Most Christians are familiar with Jesus’ story of the Prodigal Son. That rotten, greedy kid who got in his Dad’s face, and essentially said he wished the old man was dead. He wanted his inheritance now!
The father responds to his demand by giving him what he wants. He liquidates half his assets and forks them over to the rude little twerp. Of course, it isn’t too long before the kid has completely blown the opportunity. More importantly, he learns something from the lesson and comes home with a completely different attitude.
When he arrives, his father is thrilled to see him and starts throwing together a party. Enter the elder brother. Lets call him EB.
EB is upset. EB thinks that they should be rubbing the younger brother’s face in his mistakes. The kid certainly wouldn’t have received full restoration.
“But he was angry and refused to go in. His father came out and entreated him but he answered his father, ‘Look, these many years I have served you, and I never disobeyed your command, yet you never gave me a young goat, that I might celebrate with my friends. But when this son of yours came, who has devoured your property with prostitutes, you killed the fattened calf for him!’”
Is it just me, or did EB just make the same exact mistake that he wanted to see the prodigal punished for?
He felt entitled to his father’s blessings, and accused the father of withholding them unfairly. His justification for his behavior is that he has been the good kid all these years.
When it finally dawned on me that Prodigal and EB suffered from the same attitude problem, I got an ick feeling in my stomach. I realized that I’ve succumbed to the same affliction as EB.
I’m going to call it Good Kid Syndrome. Sufferers of this handicap are under the delusion that God owes us something.
We think that playing by the rules somehow entitles us to make demands on God. Demands that we would condemn someone else for making.
One of the problems with this mindset is that we all think of ourselves as Good Kids. No one is evil for the sake of being evil. Somewhere in our heart we’ve convinced ourselves that we have a right to take whatever action we are taking. I guarantee that the Prodigal had justification in his own mind for his initial treatment of his father. He didn’t consider himself the “bad brother.” Not until he discovered humility.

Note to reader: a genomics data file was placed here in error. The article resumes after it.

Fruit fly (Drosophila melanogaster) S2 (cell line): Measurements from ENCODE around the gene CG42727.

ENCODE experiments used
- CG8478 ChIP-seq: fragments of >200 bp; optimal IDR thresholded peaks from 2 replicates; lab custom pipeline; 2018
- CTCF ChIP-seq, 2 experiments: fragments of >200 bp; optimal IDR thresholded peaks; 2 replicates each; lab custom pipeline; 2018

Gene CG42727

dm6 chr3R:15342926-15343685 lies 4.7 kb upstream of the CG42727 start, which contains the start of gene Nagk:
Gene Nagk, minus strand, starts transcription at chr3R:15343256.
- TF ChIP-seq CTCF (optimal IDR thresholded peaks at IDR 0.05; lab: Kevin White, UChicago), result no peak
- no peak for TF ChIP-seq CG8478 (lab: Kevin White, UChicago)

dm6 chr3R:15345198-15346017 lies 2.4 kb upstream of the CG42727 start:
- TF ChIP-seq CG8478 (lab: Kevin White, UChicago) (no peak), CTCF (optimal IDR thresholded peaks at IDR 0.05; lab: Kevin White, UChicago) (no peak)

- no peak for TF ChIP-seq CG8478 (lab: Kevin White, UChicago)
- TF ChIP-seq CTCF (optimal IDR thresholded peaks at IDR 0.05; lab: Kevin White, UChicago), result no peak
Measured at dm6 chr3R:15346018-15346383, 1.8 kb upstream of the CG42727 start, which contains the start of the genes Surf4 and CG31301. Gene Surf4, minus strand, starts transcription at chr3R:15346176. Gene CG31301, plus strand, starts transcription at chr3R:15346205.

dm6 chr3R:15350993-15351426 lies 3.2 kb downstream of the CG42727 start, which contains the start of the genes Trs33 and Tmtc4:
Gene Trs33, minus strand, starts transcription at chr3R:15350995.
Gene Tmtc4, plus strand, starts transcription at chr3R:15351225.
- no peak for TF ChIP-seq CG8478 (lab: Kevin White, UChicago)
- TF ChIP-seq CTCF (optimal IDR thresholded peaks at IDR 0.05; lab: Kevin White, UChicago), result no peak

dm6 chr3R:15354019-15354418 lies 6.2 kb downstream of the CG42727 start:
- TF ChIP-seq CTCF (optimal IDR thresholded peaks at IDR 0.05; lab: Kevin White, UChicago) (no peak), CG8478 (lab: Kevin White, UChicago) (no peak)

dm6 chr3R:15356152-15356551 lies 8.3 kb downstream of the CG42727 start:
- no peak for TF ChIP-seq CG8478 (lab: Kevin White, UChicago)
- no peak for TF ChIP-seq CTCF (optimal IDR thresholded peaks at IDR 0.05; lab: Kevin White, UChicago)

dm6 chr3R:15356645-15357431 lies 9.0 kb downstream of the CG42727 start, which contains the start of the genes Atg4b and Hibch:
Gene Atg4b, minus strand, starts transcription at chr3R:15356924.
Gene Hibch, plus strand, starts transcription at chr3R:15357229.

Not surprisingly, the same antidote that worked for the Prodigal is what we require when we fall prey to Good Kid Syndrome.
Here’s a prophylactic dose:
1. Prior good behavior does not excuse current bad behavior.
2. God doesn’t owe me anything.
3. If he is withholding a blessing, maybe it’s because he knows I’m not mature enough to handle it yet.
4. Any blessing he pours out on someone else isn’t going to affect my inheritance.
How about you, do you identify more with the Prodigal or EB? Have you ever contracted Good Kid Syndrome? Did you have siblings that could get away with anything?
Influenced by books like The Secret Garden and The Little Princess, Lisa Karon Richardson’s early books were heavy on boarding schools and creepy houses. Now that she’s (mostly) all grown-up she still loves a healthy dash of adventure and excitement in any story she creates, even her real-life story. She’s been a missionary to the Seychelles and Gabon and now that she and her husband are back in America, they are tackling a brand new adventure, starting a daughter-work church in a new city. Her first novella, Impressed by Love, part of the Colonial Courtships collection, is coming in October, 2012.